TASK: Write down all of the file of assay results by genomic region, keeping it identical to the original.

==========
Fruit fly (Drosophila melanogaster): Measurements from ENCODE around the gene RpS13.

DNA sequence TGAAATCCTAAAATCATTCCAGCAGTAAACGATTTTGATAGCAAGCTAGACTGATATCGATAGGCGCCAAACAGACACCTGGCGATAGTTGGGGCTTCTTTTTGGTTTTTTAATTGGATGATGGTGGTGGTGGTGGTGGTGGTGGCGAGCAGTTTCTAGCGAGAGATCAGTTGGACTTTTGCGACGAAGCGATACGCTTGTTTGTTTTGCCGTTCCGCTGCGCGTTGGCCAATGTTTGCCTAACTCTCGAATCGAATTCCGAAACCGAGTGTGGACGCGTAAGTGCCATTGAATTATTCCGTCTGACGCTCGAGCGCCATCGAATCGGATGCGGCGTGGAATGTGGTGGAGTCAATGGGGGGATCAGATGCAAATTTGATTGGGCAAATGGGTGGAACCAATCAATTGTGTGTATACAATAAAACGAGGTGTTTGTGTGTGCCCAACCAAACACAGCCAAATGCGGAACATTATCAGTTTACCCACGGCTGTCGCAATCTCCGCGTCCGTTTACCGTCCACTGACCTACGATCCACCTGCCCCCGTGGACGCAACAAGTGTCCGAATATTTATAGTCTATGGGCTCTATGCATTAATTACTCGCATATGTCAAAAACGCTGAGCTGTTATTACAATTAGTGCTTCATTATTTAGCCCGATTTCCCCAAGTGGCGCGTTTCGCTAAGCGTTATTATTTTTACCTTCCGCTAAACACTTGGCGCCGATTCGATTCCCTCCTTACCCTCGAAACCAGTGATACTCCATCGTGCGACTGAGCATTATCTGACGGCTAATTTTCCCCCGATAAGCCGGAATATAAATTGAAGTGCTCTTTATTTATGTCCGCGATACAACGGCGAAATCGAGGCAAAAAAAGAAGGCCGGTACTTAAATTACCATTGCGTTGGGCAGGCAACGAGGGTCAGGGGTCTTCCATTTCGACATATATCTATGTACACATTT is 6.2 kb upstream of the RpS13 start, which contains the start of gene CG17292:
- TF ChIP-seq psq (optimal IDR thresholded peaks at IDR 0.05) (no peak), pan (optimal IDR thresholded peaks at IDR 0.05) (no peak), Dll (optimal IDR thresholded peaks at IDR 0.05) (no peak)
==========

Fruit fly (Drosophila melanogaster): Measurements from ENCODE around the gene RpS13.

DNA sequence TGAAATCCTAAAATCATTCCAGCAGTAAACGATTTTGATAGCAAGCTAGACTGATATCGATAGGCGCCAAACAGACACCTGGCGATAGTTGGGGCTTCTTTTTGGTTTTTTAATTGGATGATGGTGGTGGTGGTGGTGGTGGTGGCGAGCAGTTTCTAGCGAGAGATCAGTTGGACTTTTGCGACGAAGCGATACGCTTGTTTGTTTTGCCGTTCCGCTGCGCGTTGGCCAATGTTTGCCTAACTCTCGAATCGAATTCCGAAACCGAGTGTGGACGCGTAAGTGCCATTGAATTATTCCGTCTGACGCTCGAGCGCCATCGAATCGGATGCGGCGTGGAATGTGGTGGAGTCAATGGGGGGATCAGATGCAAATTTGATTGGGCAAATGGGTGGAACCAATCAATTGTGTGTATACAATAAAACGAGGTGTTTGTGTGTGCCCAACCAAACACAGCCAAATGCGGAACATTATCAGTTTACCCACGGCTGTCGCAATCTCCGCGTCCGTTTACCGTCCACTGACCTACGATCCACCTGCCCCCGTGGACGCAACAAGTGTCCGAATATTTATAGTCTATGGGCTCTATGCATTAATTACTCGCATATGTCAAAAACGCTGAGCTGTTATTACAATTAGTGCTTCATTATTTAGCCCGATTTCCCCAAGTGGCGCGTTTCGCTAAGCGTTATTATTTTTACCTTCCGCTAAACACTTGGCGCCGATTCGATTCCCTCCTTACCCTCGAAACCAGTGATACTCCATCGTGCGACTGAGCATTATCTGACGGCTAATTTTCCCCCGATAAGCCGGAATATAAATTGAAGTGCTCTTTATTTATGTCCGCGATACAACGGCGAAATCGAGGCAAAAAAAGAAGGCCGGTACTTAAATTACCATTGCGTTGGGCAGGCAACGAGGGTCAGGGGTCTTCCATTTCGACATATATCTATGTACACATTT is 6.2 kb upstream of the RpS13 start, which contains the start of gene CG17292:
- TF ChIP-seq psq (optimal IDR thresholded peaks at IDR 0.05) (no peak), pan (optimal IDR thresholded peaks at IDR 0.05) (no peak), Dll (optimal IDR thresholded peaks at IDR 0.05) (no peak)